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Title: Boston Pilot (1838-1857) Delete search filter
Elephind.com contains 3,401 items from Boston Pilot (1838-1857), samples of which are listed below. All items from this newspaper title are freely available and can be searched from the search box above. You may also search the entire collection of 2,949 newspaper titles in Elephind.com.
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Foreign Summary. [Newspaper Article] — Boston Pilot (1838-1857) — 9 January 1847

Foreign Summary. A Cathodic Missionary—-Chinese Barbarity. The Gazette du Midi announces the arrival at Marseilles, from China, of Abbe Charricr, priest of the seminary of the foreign missions of Paris. “This ardent missionary,” it says, “has endured cruel sufferings for the cause of the Gospel. Arrested by the tyrants of i Tong King in 1841, M. Charrier was load- ! ed with chains, subjected to the frightful j torture of the cangue, and so unmercifully I flogged that he was left for dead on the | spot. His torturers vainly endeavored to j obtain from him revelations which would ; have compromised the neophytes; and he was actually under sentence of death, when the French corvette Heroine relieved him from a captivity that had already lasted seventeen mouths, and liberated with him four of his colleagues. M. Charrier has been recalled to Paris, to replace ono of the directors of the missions compelled by his advanced age to vacate his post.” Foreign Cattle. We understand that there h...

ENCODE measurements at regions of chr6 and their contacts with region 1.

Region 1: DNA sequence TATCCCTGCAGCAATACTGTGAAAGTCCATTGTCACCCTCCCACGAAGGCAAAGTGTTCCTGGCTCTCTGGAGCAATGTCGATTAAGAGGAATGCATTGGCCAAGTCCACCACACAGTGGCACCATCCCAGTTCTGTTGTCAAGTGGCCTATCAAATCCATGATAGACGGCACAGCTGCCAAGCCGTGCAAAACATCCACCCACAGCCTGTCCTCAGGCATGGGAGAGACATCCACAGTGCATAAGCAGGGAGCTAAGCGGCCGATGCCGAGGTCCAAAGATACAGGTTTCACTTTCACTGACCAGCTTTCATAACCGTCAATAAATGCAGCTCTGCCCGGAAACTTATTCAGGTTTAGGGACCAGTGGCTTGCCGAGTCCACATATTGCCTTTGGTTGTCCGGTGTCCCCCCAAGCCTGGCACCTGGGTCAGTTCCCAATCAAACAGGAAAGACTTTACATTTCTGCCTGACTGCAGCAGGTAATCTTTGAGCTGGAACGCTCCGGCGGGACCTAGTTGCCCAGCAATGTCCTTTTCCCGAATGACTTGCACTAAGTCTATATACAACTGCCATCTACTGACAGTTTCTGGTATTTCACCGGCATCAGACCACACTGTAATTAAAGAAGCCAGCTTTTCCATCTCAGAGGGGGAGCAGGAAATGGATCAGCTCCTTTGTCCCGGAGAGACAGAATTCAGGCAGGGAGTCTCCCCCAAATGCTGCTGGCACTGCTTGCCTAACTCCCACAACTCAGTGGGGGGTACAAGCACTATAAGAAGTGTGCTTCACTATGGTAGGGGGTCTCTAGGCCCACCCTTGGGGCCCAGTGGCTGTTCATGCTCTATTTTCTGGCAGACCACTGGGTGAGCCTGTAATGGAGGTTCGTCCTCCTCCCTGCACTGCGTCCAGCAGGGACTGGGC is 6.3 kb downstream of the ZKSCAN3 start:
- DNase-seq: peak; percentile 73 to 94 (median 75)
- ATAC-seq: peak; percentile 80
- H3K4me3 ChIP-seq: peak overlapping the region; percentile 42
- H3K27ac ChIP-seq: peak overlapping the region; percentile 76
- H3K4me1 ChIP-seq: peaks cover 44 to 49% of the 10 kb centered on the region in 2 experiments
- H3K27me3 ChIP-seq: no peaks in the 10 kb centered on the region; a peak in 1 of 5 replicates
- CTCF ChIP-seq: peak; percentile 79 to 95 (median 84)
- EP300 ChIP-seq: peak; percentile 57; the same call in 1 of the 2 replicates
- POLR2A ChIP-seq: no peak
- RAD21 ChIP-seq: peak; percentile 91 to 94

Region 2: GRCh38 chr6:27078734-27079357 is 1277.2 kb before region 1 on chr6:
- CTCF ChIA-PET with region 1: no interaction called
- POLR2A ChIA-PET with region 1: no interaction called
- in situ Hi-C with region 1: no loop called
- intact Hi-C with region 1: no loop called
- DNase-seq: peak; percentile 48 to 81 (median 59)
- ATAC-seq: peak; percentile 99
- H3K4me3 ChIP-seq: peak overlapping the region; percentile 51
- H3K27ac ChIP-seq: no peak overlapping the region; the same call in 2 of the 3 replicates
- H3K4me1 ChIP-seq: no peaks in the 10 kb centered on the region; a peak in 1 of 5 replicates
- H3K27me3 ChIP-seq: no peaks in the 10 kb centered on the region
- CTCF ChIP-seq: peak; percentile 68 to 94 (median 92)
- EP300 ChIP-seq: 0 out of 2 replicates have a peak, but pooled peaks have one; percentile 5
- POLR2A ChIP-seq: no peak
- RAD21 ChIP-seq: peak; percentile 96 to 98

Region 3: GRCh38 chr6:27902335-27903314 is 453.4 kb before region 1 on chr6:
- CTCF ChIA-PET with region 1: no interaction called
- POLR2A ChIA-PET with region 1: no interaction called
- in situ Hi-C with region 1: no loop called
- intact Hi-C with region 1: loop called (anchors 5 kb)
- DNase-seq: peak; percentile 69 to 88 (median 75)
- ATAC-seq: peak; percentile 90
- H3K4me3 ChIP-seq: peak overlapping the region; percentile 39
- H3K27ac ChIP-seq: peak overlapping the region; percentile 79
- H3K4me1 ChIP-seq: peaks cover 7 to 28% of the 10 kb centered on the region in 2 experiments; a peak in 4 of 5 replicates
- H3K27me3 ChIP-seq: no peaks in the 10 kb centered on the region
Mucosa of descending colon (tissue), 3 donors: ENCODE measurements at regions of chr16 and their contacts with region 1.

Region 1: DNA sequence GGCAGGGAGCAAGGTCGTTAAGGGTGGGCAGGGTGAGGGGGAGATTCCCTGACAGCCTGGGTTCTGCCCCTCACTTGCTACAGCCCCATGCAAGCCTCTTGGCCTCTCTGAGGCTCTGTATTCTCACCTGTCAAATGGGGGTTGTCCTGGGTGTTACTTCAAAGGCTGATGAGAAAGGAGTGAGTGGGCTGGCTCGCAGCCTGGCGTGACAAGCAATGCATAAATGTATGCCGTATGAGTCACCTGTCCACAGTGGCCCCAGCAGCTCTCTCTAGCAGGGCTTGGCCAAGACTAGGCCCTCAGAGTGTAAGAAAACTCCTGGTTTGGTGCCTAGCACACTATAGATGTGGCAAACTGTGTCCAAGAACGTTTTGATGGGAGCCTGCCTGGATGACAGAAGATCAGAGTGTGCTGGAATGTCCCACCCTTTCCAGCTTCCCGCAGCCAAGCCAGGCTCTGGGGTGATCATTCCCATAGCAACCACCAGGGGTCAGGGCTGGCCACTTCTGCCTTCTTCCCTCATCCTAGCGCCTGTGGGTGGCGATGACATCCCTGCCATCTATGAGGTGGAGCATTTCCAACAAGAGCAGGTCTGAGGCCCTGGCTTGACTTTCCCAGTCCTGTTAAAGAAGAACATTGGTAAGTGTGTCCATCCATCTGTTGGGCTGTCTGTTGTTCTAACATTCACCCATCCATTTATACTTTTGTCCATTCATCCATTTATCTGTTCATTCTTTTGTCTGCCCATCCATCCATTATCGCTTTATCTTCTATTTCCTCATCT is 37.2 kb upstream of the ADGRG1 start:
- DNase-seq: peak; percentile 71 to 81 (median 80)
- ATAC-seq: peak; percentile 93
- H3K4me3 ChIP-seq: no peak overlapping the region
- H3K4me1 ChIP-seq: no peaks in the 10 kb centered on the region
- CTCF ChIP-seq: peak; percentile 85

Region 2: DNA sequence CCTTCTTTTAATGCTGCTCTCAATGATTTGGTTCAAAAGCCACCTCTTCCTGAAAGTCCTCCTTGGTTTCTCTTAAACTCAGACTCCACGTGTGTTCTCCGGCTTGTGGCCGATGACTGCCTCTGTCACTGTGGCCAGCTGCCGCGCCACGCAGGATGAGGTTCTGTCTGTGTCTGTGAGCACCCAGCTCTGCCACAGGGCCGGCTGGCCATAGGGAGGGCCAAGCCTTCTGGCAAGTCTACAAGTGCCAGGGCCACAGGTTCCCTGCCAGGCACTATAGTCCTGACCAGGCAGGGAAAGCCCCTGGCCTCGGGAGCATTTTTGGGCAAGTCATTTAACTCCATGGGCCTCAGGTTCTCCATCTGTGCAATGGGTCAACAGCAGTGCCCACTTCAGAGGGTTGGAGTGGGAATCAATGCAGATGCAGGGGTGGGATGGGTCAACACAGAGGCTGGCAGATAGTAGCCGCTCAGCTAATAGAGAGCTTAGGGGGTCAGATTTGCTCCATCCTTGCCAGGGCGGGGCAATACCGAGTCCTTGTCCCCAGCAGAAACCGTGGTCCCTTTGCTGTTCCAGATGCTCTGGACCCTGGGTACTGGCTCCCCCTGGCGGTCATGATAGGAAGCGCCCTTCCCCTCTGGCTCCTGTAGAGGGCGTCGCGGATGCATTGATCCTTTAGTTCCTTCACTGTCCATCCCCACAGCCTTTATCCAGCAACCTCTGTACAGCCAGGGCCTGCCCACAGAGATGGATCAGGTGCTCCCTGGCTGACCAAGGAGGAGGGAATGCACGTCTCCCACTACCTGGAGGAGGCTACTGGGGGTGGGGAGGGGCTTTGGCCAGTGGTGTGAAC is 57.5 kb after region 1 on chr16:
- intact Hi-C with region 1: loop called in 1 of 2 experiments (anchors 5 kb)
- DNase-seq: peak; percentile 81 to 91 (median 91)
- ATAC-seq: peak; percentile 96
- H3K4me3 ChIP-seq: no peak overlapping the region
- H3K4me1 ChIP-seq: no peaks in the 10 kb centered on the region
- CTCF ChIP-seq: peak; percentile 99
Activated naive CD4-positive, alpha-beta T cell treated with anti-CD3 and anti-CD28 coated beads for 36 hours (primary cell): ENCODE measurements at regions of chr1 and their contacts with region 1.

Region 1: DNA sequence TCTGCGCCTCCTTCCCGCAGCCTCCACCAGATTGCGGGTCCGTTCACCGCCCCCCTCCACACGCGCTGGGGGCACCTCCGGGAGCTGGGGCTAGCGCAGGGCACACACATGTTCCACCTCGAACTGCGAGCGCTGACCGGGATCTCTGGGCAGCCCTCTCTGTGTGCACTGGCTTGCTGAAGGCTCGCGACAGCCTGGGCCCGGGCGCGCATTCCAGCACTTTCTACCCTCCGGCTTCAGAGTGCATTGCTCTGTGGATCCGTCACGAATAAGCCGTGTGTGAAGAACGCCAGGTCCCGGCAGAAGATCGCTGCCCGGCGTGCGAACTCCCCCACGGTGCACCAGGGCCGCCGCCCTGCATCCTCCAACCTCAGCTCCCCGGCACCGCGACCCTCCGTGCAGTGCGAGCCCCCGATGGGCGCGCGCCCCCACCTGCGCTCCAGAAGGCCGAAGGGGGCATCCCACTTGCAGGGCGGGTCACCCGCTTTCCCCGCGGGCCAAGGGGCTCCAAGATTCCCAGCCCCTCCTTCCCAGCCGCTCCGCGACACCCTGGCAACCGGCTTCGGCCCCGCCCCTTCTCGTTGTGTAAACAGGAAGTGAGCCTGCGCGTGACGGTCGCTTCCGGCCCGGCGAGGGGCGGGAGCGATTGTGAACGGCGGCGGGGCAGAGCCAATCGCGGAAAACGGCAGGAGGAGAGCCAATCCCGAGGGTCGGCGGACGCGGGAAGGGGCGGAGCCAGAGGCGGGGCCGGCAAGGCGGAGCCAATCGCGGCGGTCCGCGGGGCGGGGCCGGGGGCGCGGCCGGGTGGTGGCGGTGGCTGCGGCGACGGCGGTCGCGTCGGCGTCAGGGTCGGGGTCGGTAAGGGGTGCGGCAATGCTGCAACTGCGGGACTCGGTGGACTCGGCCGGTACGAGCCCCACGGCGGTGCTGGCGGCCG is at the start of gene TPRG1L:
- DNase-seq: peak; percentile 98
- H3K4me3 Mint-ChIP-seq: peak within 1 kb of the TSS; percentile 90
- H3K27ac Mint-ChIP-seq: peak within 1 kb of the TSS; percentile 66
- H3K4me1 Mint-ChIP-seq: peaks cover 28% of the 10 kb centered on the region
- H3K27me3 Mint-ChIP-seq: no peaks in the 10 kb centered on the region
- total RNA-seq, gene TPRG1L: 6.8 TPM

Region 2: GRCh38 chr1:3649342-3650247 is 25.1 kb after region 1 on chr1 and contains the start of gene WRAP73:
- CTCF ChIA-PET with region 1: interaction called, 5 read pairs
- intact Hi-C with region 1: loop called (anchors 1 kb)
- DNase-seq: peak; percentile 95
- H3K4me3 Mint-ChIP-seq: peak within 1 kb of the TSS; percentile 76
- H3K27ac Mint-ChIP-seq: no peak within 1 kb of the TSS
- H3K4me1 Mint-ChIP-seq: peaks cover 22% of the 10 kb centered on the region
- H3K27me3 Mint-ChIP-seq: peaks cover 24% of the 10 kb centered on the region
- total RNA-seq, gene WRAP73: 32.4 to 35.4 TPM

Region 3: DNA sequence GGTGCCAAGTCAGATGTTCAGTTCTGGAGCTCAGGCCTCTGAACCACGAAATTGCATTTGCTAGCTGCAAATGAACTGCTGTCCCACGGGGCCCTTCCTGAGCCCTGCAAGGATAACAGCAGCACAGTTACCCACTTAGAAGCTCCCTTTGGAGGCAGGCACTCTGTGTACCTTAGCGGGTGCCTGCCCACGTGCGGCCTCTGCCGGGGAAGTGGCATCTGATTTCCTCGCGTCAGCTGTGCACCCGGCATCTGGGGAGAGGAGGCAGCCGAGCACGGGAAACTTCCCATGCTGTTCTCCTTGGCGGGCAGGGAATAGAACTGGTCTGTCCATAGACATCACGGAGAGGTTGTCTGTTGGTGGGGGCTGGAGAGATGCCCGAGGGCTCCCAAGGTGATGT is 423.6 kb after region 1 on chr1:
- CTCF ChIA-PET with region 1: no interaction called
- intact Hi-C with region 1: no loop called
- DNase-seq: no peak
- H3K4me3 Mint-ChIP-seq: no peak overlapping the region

Publication Title: Boston Pilot (1838-1857)
Source: Boston College
Country/State of Publication: Massachusetts, United States
DUBLIN CORPORATION. [Newspaper Article] — Boston Pilot (1838-1857) — 9 January 1847

DUBLIN CORPORATION. At the meeting of this body on the Ist of December, Mr. O’Connell made the following observations in relation to Repeal: Next, ‘my Lord mayor, I beg leave to give notice that on the second or third day of meeting in January I will move this corporation to petition for a Repeal of the Union (great cheering). I postpone it to that time, because I have hopes that in the interim all the other corporations of Ireland—at least nine-tenths of them—will discuss the question and agree jupon a petition (hear, hear). This corporation took the lead upon the subject on a former occasion, and we have a right to call upon the country corporations to commence now (hear, hear). it has been often said that we hold meetings for the Repeal at which we do not allow discussion. That opinion was contradicted most powerfully and most emphatically by the discussion in this corporation. Every gentleman of every opinion was allowed to speak to that question uninterruptedly. Those opposed t...

Publication Title: Boston Pilot (1838-1857)
Source: Boston College
Country/State of Publication: Massachusetts, United States
REPEAL-SIR ROBERT PEEL. [Newspaper Article] — Boston Pilot (1838-1857) — 9 January 1847